How TMS Therapy Works?

Transcranial Magnetic Stimulation is based upon principles first discovered by the scientist Michael Faraday in 1831. Faraday’s research regarding the linkage between electrical currents and magnetic fields has been applied to a unique depression treatment that uses short pulses of magnetic fields (similar to those used in an MRI procedure) to stimulate nerve cells in the area of the brain thought to control mood. TMS therapy produces a magnetic field by passing electrical current through a coil that is positioned near the patient’s scalp. The field is pulsed and applied repetitively; thus the treatment may be referred to as “rTMS” (repetitive TMS).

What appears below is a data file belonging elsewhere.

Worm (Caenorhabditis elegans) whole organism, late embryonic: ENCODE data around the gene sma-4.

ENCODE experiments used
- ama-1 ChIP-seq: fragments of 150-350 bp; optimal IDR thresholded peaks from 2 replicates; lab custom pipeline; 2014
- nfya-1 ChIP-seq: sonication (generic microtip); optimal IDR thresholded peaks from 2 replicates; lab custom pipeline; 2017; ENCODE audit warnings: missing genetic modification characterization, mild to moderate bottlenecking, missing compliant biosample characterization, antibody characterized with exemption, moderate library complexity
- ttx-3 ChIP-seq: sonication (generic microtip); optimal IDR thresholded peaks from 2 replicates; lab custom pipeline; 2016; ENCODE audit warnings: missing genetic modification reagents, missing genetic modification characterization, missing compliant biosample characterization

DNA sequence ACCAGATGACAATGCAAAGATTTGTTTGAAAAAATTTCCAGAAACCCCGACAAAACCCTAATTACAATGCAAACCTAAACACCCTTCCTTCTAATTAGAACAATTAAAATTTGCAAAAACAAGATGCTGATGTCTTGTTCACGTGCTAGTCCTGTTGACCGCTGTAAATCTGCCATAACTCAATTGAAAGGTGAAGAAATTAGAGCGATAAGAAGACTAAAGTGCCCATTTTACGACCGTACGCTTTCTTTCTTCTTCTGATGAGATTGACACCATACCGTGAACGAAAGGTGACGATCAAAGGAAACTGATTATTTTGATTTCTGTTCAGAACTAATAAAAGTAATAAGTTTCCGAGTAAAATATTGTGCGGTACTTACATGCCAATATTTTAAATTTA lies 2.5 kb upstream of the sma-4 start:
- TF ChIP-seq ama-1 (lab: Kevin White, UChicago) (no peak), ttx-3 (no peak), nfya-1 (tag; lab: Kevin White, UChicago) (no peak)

This magnetic field passes painlessly and is directed focally through the scalp into the cortical tissue of the brain, where the synapses (connections between nerve bundles) are then stimulated and strengthened. The magnetic fields pass approximately 2-3 centimeters into the brain directly under the treatment coil. The magnetic pulses stimulate circuits of neurons located in the left prefrontal cortex, which is an area of the brain involved in emotional experience and processing and implicated as a cause of depression when dysfunctional.

TMS has been recommended as a treatment for major depression and FDA-cleared since October, 2008.

This video explains the science behind TMS Therapy. It describes the use of magnetic pulses to stimulate the brain center involved in mood regulation: